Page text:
Who Can? Toucan.

I arrived home late last night exhausted and slightly giddy. It seems appropriate, given the latter point, that I thought (for the first time in a solid five years) about the toucan. I was in Brasil, and my group had an exploration day of sorts, which we spent hiking and exploring around a nature preserve outside of Brasilia. Mostly when I think about that day, I remember the waterfalls. They were quite beautiful, and the one was especially high--the daredevil in our midst quickly found an elevation from which to jump down into the pool below, and for those who had tired of the jump, we were able to swim under the torrent into the caverns behind (but dared not put our feet down, lest the razor sharp rocks below the surface should slice them to ribbons).

If I pause to tug at the memory a bit, other things come forward. One of the first pools we came to had leeches in it, much to the chagrin of the individuals who decided to wade into it. And there were these blood red carnivorous plants. I think I still have a picture of them somewhere (I could check, but I like the way uncertainty tastes). They were the most oddly sinister things you've ever seen, like an evolutionary mirror of a praying mantis, which looks like a plant but is an insect, while these behaved like insects, but were plants. Obviously their prey were nothing human-sized, but I still had the uncomfortable sensation that if they just grew a little bigger and spread out a bit to cover a greater ground area, they would probably not hesitate to digest larger things. And, appropriately, they would probably look rather like a pool of blood. Let us just say that if one were to poop in the woods, they would not be the best lining for your makeshift toilet. (I'm well aware that they're unlikely to do any injury whatsoever to a person, but the role of imagination is, among other things, to appreciate the absurdity of what is real.)

And then there was the toucan. Toucans really are strange looking. That kind of beak to body ratio could hardly fail to render them absurd. This particular toucan was probably part of the rehabilitation program that occurred at the preserve, since I never saw it fly, but then, I know very little about the habits of toucans as a species, having only met the one. He was a relatively social creature, waddling up to join us before we embarked on our hike, but if he liked us, he had an oddly aggressive way of showing it. A few of us had paused and were standing in a circle, and in his incredibly small brain the toucan generated the notion that he should go from person to person attempting to bite their feet.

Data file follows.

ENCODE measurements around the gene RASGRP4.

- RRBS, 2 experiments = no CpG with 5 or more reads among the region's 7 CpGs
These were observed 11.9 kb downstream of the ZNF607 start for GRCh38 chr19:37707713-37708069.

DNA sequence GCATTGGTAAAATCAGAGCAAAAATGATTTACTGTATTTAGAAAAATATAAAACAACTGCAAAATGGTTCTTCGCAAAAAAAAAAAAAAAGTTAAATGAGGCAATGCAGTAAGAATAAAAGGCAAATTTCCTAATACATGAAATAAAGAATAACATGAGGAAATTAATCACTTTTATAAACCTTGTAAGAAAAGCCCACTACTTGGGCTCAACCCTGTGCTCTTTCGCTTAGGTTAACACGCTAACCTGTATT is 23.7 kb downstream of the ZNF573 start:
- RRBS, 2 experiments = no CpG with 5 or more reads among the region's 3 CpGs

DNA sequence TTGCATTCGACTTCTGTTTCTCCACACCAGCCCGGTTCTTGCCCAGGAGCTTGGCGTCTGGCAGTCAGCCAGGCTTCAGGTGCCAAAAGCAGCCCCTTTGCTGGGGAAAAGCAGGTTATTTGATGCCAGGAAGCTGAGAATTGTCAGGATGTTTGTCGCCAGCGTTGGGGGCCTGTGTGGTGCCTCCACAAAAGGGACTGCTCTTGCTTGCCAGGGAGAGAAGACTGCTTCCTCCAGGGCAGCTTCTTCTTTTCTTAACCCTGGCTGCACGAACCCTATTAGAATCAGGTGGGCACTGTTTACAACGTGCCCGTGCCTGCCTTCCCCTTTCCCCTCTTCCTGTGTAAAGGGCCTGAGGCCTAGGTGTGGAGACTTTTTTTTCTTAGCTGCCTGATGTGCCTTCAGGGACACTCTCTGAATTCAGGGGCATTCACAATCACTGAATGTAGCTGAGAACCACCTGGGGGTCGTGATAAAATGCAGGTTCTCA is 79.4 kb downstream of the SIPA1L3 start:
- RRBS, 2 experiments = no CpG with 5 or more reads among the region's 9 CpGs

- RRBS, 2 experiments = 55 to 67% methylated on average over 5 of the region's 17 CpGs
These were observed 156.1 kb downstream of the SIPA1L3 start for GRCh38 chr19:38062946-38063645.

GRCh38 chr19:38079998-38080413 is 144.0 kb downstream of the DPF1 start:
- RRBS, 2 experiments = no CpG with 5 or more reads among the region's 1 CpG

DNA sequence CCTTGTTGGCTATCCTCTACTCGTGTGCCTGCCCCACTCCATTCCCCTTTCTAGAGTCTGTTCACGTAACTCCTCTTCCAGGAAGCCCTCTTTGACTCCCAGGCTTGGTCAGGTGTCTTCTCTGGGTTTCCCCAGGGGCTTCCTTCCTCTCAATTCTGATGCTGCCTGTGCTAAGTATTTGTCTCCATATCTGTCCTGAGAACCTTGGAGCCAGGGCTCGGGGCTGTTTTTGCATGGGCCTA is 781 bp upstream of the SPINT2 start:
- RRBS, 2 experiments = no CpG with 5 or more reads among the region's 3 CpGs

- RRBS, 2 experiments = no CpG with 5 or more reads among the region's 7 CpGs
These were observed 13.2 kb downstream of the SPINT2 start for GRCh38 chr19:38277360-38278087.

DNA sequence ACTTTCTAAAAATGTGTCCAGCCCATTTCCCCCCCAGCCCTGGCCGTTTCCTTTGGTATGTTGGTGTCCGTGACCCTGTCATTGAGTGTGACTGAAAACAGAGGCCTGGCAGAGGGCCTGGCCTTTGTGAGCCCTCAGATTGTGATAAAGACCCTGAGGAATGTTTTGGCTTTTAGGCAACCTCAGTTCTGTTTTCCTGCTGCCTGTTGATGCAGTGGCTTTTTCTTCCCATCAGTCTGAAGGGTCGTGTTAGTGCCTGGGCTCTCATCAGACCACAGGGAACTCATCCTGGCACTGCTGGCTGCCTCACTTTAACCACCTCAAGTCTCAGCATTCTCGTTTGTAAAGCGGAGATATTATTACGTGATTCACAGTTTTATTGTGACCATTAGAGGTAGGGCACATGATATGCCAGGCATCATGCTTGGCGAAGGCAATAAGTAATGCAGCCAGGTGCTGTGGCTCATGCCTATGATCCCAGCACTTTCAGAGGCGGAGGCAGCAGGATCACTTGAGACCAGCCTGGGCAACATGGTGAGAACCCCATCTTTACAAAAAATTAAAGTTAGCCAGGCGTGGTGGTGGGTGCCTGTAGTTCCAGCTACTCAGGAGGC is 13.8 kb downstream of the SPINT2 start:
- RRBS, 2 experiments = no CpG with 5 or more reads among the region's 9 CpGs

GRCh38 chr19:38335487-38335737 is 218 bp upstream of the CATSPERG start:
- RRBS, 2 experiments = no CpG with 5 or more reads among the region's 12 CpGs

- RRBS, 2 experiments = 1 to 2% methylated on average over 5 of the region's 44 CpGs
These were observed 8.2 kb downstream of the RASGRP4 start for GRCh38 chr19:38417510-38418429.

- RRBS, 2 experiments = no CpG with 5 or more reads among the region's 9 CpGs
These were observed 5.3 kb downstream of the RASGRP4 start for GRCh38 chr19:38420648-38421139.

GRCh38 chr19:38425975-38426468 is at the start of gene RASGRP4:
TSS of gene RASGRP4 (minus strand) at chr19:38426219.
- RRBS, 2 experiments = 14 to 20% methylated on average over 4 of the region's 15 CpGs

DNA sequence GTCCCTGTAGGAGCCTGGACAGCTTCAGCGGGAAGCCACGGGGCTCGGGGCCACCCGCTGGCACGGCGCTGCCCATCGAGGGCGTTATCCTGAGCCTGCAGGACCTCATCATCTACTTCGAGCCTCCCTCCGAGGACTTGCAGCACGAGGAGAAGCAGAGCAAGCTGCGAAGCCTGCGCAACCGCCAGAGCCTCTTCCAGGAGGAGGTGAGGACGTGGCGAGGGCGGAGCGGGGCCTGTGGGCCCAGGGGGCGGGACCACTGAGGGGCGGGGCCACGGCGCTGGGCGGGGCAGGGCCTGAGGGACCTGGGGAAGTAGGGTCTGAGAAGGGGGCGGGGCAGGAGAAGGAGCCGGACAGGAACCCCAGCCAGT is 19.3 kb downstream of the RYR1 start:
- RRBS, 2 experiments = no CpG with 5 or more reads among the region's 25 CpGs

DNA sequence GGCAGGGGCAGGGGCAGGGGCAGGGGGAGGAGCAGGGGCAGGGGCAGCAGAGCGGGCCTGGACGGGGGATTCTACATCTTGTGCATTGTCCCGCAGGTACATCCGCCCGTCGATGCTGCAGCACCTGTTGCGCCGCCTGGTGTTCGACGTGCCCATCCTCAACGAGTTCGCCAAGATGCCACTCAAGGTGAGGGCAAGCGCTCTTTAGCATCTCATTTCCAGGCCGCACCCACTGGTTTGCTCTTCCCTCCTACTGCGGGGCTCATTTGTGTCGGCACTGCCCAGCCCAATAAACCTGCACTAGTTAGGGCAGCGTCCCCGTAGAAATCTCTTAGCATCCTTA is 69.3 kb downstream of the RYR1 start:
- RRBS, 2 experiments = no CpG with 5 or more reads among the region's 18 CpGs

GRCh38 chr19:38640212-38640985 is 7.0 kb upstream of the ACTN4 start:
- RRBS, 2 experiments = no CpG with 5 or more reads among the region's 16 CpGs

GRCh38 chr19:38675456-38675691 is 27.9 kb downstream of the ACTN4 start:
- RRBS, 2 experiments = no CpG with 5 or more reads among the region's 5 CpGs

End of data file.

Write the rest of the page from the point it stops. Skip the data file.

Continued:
I hope you can appreciate just how silly this looked. Just imagine a 6' tall person assiduously avoiding a spider, and you have the right idea. Of course, a toucan's beak is enormous (obviously--remember that beak to body ratio), so you probably don't want one to chomp down on your toes, assuming that it has any amount of jaw strength (It might not. I'm quite vague on the anatomy here.). And having once been nipped on the shoulder by an ostrich at Lake Tobias, I have a healthy disinclination to anger large, beaky birds. But it was still amusing to watch otherwise fearless individuals avoiding a stumpy, waddling bird.

Experiences are rarely memorable for the bare content of what occurred. I can tell you in a sincerely bored tone of voice that I have been to Peru, Guatemala, Switzerland, and so on. Where I have been is not terribly important to me, except perhaps in a game of Never Have I Ever. This is not to say that I found any of my travels boring. It is simply an observation about the nature of memory and of stories: that the things that create interest, that make those experiences valuable to us, are often in the things that we, as necessarily selective rememberers, are most prone to forget.

I remember walking along the River Cam through the Grantchester Meadows to the Orchard on a chilly afternoon in early spring, watching in utter disbelief as a group of doughty adventurers made the upriver swim. Or on another afternoon jaunt with Leah, we passed by the skating field and listened to the rusty gate squawk of pheasants, for whom Leah expressed a deep distaste. In the seemingly enormous scope of the six months that I spent in Cambridge, those moments become vanishingly small and difficult to see, and yet they are the justification lying in the dusty corner of my mind for the typically unsubstantiated statement that I had a life-changing, wonderful time there. Of course I did. Nobody ever asks why. Well, that's why.

Being fully present in the moment has left me open to remembering those devilish details. It is a becoming soft: like wax or clay, open to the impression of a million tiny perceptions pricking painfully at your senses to produce a joyful chorus: "You are alive! You are alive!"

As usual, I have no idea how to conclude this. So I offer only a parting thought:

Efficiency says that if you can make one journey instead of two, then you should only make the one to conserve time and energy. Adventure says that if you can make two journeys instead of one, you should make two, because the world and you in that world will have changed in the time between the first and the second.

No comments:

Post a Comment